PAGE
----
Taking on the world

Vol 99, No 1, Spring 2014, pp. 36-39, by Doreen Massey
Doreen argues that students need to be introduced to a twenty-first century that is utterly globalised and an earth that is thoroughly interconnected. She suggests that geography is one of the few disciplines that has the potential to bring together some of this complexity, to address this dynamic interdependent world and to address the question of what we mean by global.


Teaching about multicultural food to multicultural students in a multicultural school

Vol 95 Part 2 Summer 2010, by Daniel Mace
This article describes how the Food Stories website has been used with year 11 students to help develop their understanding of cultural pluralism, integration and assimilation.


The causes of international inequality

Vol 99, No 2, Summer 2014, pp. 104-107, by Anna Barford
This article considers international inequality in terms of the ambitions and unequal relationships that create, sustain and are characteristic of our hierarchical society. Anna looks beyond the explanations that blame the poor for their poverty and congratulate the rich for their wealth. Using examples from a study visit to Kenya, she demonstrates how a focus on the distribution and movement of resources between socio-economic groups can enable a holistic understanding of the forces that promote inequality.


The concept of race

Vol 96 Part 1 Spring 2011, by Arun Saldanha
This article provides a critical account of some of the mechanisms whereby differentiation happens along racial lines. A framework for approaching race and racism is suggested that will hopefully help to clear the confusion about the category of race in geographical education and research.


The EU sugar reform and the responses of Caribbean sugar producers

Vol 95 Part 2 Summer 2010, by Pamela Richardson-Ngwenya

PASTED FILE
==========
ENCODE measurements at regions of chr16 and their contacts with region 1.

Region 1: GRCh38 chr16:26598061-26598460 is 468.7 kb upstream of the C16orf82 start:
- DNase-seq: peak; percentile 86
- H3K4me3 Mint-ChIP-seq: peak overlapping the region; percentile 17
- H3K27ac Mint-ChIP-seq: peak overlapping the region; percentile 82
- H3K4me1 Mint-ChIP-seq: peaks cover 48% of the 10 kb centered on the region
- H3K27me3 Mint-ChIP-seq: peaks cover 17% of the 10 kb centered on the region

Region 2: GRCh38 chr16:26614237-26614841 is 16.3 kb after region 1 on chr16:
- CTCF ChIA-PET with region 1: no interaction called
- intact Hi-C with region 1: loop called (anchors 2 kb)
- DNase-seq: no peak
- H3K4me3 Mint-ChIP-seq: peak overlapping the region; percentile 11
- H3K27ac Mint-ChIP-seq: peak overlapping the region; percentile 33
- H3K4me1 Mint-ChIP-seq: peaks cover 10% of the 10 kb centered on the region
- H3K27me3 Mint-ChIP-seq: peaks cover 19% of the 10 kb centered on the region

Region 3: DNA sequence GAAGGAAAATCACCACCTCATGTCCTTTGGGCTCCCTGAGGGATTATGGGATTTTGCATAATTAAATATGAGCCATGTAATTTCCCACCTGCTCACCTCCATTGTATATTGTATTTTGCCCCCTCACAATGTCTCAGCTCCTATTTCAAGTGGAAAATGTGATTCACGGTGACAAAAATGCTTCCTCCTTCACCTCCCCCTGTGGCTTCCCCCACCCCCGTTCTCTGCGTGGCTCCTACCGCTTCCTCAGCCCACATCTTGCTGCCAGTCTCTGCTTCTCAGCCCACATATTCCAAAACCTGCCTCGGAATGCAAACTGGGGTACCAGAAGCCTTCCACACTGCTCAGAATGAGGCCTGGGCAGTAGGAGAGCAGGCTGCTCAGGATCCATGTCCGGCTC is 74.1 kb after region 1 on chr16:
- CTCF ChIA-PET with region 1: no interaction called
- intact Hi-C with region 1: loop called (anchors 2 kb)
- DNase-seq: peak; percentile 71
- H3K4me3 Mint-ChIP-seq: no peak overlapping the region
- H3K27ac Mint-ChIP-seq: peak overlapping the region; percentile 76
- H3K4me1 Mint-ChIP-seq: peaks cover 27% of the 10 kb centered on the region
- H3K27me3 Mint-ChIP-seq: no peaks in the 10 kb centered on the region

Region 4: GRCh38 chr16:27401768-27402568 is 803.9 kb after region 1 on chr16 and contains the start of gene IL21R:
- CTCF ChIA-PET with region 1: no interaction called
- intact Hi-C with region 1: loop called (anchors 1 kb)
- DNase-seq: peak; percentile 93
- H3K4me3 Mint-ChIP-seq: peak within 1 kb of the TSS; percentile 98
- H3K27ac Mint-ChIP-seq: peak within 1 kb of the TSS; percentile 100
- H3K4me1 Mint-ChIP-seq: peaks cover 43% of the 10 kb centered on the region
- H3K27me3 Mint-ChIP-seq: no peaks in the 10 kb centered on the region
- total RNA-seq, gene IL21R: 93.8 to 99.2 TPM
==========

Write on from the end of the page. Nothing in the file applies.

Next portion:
This article discusses the effect of the European Union Sugar Reform for two specific Caribbean localities: Barbados and St Kitts. It highlights how political decisions made in one locality have significant ramifications for places and peoples at a distance, and suggests the importance of recognising our global interconnectivity and responsibilities.


Thinking geographically

Vol 91 Part 3 Autumn 2006, by Peter Jackson
In a landmark paper Peter Jackson argues for thinking geographically, emphasising the discipline’s grammar – its theories and concepts – and making a case for four key concepts, including their local-global dimensions. The paper applies these ideas to addressing some of the ethical complexities involved in charitable giving to development NGOs. Jackson argues that thinking geographically provides the language to help make sense of connections between places and scales.


Ugly beautiful? Counting the cost of the global fashion industry

Vol 93 Part 1 Spring 2008, by Louise Crewe
This article asks you to think geographically about fashion. It argues for a relational approach to the study of fashion, one that brings the complex connections between production, branding, retailing and wearing into simultaneous and mutually constitutive view. It shows how the global maps of clothing supply and retailing expose our complicity as consumers in the production of deeply unequal geographies of fashion.